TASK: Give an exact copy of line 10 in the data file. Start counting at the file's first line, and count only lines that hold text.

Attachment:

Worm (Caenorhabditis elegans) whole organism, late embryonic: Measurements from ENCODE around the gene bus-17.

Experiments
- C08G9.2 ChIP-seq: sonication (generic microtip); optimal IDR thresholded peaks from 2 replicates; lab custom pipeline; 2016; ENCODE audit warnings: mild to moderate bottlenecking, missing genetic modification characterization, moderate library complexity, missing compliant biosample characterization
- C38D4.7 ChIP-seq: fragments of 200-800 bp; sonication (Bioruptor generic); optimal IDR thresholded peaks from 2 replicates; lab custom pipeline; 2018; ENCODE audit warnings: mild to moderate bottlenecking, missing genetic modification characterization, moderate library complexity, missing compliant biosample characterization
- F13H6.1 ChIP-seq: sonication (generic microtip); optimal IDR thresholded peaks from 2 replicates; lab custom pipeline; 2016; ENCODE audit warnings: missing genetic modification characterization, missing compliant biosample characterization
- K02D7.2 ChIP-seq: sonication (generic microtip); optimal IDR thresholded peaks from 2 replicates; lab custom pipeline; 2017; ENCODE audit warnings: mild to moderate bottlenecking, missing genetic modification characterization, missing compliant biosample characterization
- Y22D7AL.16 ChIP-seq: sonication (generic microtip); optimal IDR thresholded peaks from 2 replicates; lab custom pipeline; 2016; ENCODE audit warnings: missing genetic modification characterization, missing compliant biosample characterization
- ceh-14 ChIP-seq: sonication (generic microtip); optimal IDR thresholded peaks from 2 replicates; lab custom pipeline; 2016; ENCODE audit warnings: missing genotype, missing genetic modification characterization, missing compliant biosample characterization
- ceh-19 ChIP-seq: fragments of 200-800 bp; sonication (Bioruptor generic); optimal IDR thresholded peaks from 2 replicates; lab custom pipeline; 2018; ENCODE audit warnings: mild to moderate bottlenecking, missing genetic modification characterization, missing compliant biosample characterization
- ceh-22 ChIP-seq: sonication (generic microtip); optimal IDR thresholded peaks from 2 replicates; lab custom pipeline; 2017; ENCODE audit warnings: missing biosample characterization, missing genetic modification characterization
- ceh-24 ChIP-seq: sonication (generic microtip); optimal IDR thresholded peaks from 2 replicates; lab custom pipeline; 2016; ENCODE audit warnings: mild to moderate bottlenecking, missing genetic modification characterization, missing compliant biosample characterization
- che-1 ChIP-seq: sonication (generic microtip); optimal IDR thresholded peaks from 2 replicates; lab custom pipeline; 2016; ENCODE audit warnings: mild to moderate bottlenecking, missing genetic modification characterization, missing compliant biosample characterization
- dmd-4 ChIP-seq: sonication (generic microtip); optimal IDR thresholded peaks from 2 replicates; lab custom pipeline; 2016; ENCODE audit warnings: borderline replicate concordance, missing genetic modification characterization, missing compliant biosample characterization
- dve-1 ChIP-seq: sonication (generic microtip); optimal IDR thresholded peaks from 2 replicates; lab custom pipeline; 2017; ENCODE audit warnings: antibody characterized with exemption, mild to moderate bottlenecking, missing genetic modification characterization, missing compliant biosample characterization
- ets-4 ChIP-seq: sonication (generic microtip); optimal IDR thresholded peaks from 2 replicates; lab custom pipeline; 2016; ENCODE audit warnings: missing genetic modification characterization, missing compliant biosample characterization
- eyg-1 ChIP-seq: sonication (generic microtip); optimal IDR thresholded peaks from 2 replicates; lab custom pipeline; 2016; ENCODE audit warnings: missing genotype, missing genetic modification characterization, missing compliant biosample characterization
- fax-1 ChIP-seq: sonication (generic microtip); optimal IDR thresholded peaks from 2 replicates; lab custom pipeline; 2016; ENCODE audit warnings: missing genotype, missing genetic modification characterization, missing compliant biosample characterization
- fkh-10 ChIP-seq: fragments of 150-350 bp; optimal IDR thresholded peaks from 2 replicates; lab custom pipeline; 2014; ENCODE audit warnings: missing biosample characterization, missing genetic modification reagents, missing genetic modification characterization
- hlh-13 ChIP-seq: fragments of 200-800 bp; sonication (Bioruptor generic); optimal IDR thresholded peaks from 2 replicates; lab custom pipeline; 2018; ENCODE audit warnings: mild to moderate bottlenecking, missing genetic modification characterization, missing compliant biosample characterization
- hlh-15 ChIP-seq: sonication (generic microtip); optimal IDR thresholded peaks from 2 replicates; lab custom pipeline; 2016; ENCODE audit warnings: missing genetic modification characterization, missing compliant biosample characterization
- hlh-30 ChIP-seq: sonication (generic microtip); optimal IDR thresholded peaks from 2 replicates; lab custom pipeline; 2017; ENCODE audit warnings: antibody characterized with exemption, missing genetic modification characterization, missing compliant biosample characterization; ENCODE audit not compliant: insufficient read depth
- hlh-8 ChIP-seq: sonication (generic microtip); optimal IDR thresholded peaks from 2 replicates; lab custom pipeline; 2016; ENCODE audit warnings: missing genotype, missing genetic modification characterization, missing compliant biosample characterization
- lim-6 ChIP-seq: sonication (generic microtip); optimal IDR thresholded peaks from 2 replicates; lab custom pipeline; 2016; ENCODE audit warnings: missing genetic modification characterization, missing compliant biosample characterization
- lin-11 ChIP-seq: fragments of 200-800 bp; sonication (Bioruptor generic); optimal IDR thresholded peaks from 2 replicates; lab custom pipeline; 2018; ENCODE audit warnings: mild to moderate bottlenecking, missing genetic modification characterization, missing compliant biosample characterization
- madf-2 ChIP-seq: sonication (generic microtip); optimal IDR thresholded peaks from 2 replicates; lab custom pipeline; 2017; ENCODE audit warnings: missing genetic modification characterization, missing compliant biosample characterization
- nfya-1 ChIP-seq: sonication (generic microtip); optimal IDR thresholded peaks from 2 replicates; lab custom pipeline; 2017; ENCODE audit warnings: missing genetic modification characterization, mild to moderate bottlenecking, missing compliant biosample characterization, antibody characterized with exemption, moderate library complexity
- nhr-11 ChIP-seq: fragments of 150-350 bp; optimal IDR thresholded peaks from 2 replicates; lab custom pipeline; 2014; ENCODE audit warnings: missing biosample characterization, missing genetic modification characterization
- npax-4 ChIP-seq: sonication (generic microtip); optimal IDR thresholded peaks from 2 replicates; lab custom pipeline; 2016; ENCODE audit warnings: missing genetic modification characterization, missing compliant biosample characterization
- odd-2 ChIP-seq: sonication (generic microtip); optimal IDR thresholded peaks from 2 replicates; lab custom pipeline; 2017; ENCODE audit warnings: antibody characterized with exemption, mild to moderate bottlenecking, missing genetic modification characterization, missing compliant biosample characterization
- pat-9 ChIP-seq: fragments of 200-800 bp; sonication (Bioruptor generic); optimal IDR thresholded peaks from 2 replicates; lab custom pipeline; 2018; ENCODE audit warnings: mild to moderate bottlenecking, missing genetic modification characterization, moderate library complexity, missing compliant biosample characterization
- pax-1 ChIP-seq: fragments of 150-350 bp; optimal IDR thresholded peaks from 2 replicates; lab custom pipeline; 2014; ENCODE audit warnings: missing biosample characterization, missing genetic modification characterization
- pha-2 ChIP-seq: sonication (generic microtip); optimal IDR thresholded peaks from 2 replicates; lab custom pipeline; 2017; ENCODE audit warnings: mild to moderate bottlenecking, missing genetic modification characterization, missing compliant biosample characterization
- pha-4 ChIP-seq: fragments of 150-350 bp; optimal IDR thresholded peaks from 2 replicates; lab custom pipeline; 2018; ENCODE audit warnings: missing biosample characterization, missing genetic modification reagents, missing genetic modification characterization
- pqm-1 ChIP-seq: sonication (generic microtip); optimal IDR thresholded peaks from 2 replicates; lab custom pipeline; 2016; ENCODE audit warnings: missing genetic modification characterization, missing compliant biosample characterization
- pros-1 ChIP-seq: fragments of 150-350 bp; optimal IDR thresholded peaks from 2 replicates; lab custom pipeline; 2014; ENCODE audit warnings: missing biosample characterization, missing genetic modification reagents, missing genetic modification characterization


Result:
- ceh-22 ChIP-seq: sonication (generic microtip); optimal IDR thresholded peaks from 2 replicates; lab custom pipeline; 2017; ENCODE audit warnings: missing biosample characterization, missing genetic modification characterization